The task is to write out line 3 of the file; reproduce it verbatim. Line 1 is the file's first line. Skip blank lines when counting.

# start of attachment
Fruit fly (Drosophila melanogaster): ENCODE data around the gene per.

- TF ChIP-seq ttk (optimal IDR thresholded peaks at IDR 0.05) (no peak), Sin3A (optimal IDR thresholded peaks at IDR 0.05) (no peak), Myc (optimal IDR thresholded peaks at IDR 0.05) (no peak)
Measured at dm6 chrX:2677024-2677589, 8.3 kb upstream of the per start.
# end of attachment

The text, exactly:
Measured at dm6 chrX:2677024-2677589, 8.3 kb upstream of the per start.